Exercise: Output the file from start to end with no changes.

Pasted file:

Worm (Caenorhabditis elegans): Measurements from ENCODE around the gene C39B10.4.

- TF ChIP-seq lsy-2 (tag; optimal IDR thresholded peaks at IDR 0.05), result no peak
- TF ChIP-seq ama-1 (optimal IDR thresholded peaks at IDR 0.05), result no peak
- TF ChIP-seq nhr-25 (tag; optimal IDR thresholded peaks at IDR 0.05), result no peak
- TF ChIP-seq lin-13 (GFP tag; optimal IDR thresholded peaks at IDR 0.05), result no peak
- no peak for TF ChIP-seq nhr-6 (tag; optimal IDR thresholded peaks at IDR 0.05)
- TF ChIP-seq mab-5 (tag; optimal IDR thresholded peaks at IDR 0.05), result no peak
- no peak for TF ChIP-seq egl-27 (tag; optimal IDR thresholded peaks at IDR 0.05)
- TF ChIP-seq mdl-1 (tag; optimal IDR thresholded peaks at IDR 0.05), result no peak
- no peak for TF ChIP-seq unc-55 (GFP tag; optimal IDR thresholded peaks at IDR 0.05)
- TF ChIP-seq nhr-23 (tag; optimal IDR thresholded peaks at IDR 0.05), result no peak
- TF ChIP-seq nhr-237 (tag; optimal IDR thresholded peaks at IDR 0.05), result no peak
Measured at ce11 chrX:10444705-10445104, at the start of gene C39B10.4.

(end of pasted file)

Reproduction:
Worm (Caenorhabditis elegans): Measurements from ENCODE around the gene C39B10.4.

- TF ChIP-seq lsy-2 (tag; optimal IDR thresholded peaks at IDR 0.05), result no peak
- TF ChIP-seq ama-1 (optimal IDR thresholded peaks at IDR 0.05), result no peak
- TF ChIP-seq nhr-25 (tag; optimal IDR thresholded peaks at IDR 0.05), result no peak
- TF ChIP-seq lin-13 (GFP tag; optimal IDR thresholded peaks at IDR 0.05), result no peak
- no peak for TF ChIP-seq nhr-6 (tag; optimal IDR thresholded peaks at IDR 0.05)
- TF ChIP-seq mab-5 (tag; optimal IDR thresholded peaks at IDR 0.05), result no peak
- no peak for TF ChIP-seq egl-27 (tag; optimal IDR thresholded peaks at IDR 0.05)
- TF ChIP-seq mdl-1 (tag; optimal IDR thresholded peaks at IDR 0.05), result no peak
- no peak for TF ChIP-seq unc-55 (GFP tag; optimal IDR thresholded peaks at IDR 0.05)
- TF ChIP-seq nhr-23 (tag; optimal IDR thresholded peaks at IDR 0.05), result no peak
- TF ChIP-seq nhr-237 (tag; optimal IDR thresholded peaks at IDR 0.05), result no peak
Measured at ce11 chrX:10444705-10445104, at the start of gene C39B10.4.